Technology has allowed the flexible benefits system to move from a recruitment tool to one that is more about cost management, says Alison Coleman
Case Study: Motability Operations
Article in full
When the concept of flexible benefits first arrived in the UK 20 years ago few employers took it seriously. The idea of offering a comprehensive menu of benefits from which staff could pick and choose according to their allowance seemed, to many, a costly and complex system.
Today, flex is at the heart of a growing number of corporate benefits systems, with the Chartered Institute of Personnel and Development (CIPD) Annual Reward Survey 2004 revealing that around 500 UK companies now have a flexible benefits strategy, while the Employee Benefits/Towers Perrin Flexible Benefits Research 2005 found that 9% of employers are planning to implement one this year.
CIPD reward advisor Charles Cotton says: "When flex first appeared quite a few years ago it was viewed very much as a useful retention and recruitment tool by those firms that could afford it. Today it is seen as a cost containment tool with greater controls of benefits funding allocation and, more importantly, a way of engaging with employees and communicating to them the value of their benefits package."
In the early- to mid-nineties, when structural changes within industries resulted in mergers of firms with very different reward packages, there was a greater demand for a more flexible approach to benefits integration. Flexible benefits were valued for their help in facilitating the harmonisation of two very different corporate cultures.
Since 1997 the rate of uptake of flex has not been linear; the fastest growth has undoubtedly been in the last two or three years, coinciding with the quickening pace of technological developments that have helped to bring accessible flex and voluntary benefits systems to a broader cross section of industry.
Elliott Webster, head of flexible benefits at PIFC Consulting, says: "Back in 1997 there were very few flex schemes around. Those that existed were in the very biggest corporations, based on expensive software provided by one or other of the very large employee benefit consultancies.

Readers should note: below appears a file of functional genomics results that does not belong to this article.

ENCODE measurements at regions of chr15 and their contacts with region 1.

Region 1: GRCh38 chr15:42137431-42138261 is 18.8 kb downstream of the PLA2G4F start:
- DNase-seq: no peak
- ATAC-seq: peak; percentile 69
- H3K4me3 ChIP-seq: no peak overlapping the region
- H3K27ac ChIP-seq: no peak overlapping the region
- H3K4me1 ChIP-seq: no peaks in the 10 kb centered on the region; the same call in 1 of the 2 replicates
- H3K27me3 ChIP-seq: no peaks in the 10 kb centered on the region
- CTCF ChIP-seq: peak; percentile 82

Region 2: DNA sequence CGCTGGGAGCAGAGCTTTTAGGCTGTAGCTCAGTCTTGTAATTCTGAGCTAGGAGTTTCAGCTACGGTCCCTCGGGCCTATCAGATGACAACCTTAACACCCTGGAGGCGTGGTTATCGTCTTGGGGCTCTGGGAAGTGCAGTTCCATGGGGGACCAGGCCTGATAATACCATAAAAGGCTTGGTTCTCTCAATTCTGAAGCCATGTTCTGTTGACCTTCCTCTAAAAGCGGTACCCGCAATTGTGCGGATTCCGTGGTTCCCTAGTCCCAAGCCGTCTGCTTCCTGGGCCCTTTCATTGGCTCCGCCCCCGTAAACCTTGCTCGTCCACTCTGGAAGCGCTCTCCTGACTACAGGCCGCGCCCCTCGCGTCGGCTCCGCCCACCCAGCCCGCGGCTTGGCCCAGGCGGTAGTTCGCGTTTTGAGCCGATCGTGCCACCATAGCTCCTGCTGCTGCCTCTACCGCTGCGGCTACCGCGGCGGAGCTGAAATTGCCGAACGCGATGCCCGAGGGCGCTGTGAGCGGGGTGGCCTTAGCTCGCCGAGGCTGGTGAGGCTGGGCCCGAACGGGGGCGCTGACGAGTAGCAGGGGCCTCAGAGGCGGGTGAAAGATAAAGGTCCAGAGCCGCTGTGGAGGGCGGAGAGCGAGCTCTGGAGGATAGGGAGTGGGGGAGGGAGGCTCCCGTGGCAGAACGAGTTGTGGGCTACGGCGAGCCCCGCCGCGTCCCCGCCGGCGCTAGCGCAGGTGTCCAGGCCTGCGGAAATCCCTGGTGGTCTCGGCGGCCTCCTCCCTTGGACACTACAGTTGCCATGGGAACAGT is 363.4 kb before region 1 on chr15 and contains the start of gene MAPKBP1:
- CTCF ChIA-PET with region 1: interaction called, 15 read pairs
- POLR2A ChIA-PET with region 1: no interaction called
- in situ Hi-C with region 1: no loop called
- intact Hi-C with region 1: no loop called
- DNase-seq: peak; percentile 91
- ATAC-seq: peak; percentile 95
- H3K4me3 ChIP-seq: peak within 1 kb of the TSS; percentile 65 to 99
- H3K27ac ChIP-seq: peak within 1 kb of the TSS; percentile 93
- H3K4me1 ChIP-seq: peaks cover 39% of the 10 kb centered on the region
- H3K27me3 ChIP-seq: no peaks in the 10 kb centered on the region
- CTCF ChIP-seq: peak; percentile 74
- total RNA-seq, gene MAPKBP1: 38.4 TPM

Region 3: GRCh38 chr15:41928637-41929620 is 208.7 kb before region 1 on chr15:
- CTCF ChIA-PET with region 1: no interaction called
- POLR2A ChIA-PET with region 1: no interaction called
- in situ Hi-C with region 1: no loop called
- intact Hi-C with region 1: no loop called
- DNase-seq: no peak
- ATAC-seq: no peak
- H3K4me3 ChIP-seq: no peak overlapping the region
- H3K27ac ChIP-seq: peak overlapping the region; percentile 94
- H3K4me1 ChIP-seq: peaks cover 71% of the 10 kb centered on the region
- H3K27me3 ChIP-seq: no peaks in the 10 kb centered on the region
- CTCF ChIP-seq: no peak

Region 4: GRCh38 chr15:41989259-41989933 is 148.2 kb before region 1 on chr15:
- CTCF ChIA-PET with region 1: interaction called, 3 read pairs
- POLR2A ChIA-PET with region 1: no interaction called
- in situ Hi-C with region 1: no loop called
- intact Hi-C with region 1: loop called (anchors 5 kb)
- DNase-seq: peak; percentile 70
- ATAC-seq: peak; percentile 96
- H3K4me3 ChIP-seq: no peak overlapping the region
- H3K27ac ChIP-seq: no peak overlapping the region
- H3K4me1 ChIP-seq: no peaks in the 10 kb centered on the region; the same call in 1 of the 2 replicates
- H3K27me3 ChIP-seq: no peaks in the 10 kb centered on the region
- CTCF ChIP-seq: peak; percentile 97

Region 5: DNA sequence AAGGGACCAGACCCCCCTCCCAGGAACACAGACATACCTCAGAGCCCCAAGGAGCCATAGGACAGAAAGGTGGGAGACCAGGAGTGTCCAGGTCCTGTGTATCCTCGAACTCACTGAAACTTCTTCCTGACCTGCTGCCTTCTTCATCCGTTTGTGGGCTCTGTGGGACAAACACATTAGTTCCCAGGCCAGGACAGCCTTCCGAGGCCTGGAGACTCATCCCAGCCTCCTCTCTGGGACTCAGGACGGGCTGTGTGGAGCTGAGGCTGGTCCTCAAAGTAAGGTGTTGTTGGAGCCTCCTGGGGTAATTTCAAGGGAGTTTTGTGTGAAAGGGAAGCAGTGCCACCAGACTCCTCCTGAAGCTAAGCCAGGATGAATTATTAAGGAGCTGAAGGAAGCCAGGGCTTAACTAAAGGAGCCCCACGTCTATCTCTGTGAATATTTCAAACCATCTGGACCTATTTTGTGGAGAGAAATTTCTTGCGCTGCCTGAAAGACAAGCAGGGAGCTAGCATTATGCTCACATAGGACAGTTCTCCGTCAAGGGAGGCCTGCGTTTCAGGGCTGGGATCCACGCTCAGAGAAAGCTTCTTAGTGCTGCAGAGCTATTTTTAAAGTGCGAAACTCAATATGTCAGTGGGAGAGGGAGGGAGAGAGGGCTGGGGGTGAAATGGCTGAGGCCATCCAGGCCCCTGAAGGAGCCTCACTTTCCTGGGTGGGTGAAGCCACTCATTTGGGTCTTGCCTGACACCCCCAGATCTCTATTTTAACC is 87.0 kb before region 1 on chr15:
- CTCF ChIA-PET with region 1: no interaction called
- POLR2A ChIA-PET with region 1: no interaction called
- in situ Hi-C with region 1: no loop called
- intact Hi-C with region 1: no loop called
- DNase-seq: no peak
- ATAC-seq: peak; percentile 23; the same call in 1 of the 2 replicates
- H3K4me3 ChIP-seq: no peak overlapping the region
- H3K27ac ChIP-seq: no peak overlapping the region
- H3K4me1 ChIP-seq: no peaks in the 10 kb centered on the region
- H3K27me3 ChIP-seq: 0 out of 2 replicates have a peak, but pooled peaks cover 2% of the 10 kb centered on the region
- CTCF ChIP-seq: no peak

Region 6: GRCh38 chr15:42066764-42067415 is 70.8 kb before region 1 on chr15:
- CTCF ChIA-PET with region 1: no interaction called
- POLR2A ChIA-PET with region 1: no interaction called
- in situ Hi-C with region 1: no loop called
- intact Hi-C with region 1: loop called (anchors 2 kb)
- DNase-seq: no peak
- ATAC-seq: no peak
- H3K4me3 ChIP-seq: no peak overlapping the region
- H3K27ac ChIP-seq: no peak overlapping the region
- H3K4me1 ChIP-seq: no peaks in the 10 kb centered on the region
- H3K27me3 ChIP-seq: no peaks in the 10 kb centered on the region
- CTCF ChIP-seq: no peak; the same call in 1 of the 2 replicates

"Benefits in the flex scheme were much more limited and tended to centre on health and death benefits, also pensions, mostly where they were defined contribution, but very little salary sacrifice. The type of discounted voluntary products that employees could take on at their own expense also majored on insurance-type offerings with only limited lifestyle products and services."
Now there are hundreds of flex schemes in place, including many within medium-sized companies that are growing in number. Based on a choice of economical, proprietary, off-the-shelf but tailorable software offerings, there is far less paperwork, and much more online delivery to employees, who are responsible for keeping their own records up to date online.
And the greatest facilitator in this enhanced take up of flex has been technology.
"The administrative costs of the earlier paper-based schemes and the exorbitant costs of the early technology platforms, were the biggest deterrent to employer take up," says Jim Aitken, marketing director at employee benefits consultancy Chase de Vere. "But it is the increased presence of the company intranet, and wider availability of PCs in the workplace that has enabled employers to run online flex and voluntary benefit schemes quite efficiently. This has continued to evolve with the availability of off-the-shelf software that small companies can afford and implement quite easily."